Tibetans Risk Lone Protests

Chinese security forces fail to prevent recurring demonstrations protesting China's rule in Tibet.

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Policeman-Lhasa-305.jpg A Chinese policeman stands guard in front of the Potala Palace in Lhasa, June 20, 2008.

KATHMANDU—Two Tibetans recently staged separate protests against Chinese rule in Tibet, defying security crackdowns and braving the near-certainty of harsh treatment in detention, Tibetan sources said.

Sporadic demonstrations, both by individuals and by small groups, have continued in the region for more than a year following widespread unrest that began in the Tibetan capital, Lhasa, in March 2008 and spread to Tibetan-populated areas of China.

Protests are quickly dispersed by Chinese security forces, with detained protesters often beaten, sometimes severely, according to reports.

“On June 28, a young Tibetan, a student at the Guru Teacher Training School in Dzogong [county, of the Chamdo prefecture of the Tibet Autonomous Region] was detained for protesting in Chamdo city,” said a Tibetan man now living in Canada, citing area contacts.

The student, Lobsang Nyendrak, 18, had walked to town with a friend earlier in the day, the man said, speaking on condition of anonymity. Nyendrak  then urged his friend to return alone to the school, saying he had “other business” to attend to.

When his friend left, the source said, Nyendrak pulled out a hand-made banner along with a cloth bearing the colors of the banned Tibetan national flag.  He then walked through the the local market, calling out “Tibet is independent!” and “China quit Tibet!”

“He walked straight toward the police station in Chamdo, calling on Tibetans to ‘rise up’ behind him,” the source said.

Nyendrak was then immediately detained, according to witnesses.

Stadium protest

When fellow students learned next day that Nyendrak was being held, six of them went to Chamdo to plead for his release, the source said.

Turned away by police, the students returned to the school and began to organize a wider protest, but the school’s principal blocked their plans.

Then, on July 17, a man named Yonten Gyatso—aged about 40 and a native of Dege in Kham—staged a solitary protest in a Chamdo sports stadium, said the source.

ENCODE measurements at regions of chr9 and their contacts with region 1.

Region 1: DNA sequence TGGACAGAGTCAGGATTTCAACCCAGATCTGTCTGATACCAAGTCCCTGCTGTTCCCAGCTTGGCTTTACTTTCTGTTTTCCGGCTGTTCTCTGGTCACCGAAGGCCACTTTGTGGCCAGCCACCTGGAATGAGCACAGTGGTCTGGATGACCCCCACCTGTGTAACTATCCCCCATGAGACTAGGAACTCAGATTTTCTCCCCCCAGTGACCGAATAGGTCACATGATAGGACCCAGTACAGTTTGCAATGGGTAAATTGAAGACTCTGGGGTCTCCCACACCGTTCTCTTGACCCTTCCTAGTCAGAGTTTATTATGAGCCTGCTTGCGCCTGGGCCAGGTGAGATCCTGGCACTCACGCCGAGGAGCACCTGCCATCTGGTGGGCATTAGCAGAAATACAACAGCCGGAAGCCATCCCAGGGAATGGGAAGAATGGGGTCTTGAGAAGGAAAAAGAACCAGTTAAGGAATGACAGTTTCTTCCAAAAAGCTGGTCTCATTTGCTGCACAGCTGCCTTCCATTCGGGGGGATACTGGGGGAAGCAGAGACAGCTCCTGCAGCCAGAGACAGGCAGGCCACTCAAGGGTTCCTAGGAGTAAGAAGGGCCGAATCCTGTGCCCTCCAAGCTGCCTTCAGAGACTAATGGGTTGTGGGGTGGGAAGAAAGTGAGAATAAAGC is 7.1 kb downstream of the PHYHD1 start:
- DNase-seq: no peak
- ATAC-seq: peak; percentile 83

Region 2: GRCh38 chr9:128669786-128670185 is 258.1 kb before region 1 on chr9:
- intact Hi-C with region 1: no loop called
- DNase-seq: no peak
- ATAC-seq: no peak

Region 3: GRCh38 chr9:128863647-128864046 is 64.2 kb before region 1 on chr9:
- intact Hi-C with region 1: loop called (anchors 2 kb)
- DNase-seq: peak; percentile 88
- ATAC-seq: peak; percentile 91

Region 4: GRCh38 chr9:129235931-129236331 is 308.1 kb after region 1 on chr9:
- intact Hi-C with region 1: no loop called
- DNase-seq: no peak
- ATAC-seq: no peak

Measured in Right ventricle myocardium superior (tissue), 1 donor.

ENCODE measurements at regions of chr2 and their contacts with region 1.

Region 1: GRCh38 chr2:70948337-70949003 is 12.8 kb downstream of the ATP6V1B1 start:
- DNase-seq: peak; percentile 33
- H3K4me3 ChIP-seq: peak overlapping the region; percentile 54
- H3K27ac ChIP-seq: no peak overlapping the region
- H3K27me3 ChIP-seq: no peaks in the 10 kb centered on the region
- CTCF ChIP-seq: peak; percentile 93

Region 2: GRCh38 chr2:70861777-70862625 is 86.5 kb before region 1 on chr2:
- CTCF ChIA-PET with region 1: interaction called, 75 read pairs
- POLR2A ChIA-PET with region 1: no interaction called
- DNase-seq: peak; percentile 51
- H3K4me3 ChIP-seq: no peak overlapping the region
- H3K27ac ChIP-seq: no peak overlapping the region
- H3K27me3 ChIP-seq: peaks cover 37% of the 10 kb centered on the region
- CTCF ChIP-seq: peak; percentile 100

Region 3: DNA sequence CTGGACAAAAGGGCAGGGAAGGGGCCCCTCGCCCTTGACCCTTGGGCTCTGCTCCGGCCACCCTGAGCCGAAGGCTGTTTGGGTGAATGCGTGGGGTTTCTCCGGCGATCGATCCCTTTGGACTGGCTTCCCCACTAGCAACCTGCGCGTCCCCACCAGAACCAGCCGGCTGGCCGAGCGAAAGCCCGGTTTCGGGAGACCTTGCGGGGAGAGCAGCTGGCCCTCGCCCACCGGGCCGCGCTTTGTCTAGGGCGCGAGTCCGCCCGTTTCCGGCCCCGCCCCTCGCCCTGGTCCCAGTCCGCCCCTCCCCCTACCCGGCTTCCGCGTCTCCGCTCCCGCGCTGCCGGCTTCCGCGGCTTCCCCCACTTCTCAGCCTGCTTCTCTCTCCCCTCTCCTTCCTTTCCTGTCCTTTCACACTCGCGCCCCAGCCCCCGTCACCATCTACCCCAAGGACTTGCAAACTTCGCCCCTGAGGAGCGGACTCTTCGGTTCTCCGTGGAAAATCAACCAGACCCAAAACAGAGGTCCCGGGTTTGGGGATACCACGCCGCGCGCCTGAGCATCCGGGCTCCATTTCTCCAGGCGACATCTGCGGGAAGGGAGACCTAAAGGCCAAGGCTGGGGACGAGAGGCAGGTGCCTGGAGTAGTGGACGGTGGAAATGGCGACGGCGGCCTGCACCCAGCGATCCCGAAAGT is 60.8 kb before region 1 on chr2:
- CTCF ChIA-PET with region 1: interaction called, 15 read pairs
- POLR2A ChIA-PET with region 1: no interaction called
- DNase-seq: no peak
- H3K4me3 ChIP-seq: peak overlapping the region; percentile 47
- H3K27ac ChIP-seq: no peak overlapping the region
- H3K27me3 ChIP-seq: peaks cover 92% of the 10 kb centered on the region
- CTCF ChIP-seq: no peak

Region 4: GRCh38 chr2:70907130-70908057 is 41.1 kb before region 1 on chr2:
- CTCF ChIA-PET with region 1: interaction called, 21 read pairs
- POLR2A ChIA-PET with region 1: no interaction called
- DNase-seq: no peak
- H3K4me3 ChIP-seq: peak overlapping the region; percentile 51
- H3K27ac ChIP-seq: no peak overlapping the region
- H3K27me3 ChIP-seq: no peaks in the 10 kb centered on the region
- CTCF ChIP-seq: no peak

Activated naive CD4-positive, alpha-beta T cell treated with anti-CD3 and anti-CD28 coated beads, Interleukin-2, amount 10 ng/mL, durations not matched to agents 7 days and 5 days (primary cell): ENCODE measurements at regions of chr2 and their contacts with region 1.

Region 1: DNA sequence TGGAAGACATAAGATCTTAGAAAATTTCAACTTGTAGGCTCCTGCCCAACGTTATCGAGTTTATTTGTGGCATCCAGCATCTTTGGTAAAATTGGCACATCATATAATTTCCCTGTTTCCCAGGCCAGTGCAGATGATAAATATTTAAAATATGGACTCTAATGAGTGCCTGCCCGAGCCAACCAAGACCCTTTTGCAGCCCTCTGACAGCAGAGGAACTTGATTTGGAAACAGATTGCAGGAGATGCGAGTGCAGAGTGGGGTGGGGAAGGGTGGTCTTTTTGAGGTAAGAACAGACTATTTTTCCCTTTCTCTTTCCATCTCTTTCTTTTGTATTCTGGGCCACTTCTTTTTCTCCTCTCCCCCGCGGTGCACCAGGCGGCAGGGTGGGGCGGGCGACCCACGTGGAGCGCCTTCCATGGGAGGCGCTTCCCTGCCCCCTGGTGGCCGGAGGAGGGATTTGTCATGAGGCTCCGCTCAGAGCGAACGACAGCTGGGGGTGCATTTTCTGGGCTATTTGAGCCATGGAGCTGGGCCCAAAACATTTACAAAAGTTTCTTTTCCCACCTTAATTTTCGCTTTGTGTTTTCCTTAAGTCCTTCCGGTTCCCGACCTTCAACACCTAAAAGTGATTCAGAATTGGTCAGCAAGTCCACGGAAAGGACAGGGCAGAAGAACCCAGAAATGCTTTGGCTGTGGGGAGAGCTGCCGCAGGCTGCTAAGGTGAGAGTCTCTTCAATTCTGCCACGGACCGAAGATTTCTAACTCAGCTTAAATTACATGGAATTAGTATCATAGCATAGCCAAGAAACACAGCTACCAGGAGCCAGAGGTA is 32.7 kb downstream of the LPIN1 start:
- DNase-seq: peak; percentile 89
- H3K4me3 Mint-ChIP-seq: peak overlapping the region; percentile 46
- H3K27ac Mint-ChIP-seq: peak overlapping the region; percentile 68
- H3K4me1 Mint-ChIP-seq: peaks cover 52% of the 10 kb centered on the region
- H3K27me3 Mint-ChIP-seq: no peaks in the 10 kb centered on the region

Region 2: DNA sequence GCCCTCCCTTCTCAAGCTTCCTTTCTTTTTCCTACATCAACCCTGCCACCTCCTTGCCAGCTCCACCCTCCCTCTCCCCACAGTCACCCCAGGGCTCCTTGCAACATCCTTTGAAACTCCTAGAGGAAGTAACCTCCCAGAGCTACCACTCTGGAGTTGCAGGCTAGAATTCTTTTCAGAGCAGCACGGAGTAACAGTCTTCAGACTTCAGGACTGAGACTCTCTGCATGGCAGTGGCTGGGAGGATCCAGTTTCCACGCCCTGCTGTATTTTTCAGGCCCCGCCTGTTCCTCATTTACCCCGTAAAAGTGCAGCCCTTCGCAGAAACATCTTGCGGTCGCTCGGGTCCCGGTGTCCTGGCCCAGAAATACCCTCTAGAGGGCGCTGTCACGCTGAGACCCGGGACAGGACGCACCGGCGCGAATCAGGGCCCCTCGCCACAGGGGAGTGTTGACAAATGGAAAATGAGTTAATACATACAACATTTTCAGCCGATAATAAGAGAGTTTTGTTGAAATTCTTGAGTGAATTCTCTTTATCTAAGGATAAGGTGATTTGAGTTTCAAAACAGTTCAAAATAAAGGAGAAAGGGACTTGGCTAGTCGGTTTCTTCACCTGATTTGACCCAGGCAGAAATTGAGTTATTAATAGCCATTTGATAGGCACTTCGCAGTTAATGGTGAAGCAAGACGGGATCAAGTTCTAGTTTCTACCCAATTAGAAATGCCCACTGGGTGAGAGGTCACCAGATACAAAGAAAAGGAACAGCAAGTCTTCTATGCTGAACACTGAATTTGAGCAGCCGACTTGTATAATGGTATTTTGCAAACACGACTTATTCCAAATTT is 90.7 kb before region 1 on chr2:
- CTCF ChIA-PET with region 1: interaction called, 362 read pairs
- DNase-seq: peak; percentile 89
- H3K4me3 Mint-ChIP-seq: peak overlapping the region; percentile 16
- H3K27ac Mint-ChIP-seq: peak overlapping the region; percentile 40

“He ran a complete circuit of the stadium while displaying fliers,” the man said. “The people who were gathered there cheered him on, and there was some commotion. In the fliers, the man gave his name and called on others to protest for the cause of Tibet.”

Achi Dolma, a Tibetan woman living in New York, confirmed the account, also citing sources in Chamdo.

“A convoy of police vehicles rushed to the scene with sirens blaring,” Dolma said.

“A melee ensued, with Tibetans weeping and people running in all directions,” she continued. “The protester managed to escape in the confusion.”

“Afterward, security was strengthened in Chamdo on the roads nearby, and police were stationed all over.”

The protester was finally detained by police on July 21, she added.

Reached for comment on July 22, local police confirmed there had recently been “some incidents” in Chamdo.

“The persons responsible were not locals, but came from outside the area,” a police spokesman said, adding that one person had been detained the night before and that another, “a student from Tsawa Dzogong,” was already being held.

Original reporting by Dorjee Damdul for RFA’s Tibetan service. Tibetan service director: Jigme Ngapo. Translations by Karma Dorjee. Written in English by Richard Finney. Edited by Sarah Jackson-Han.


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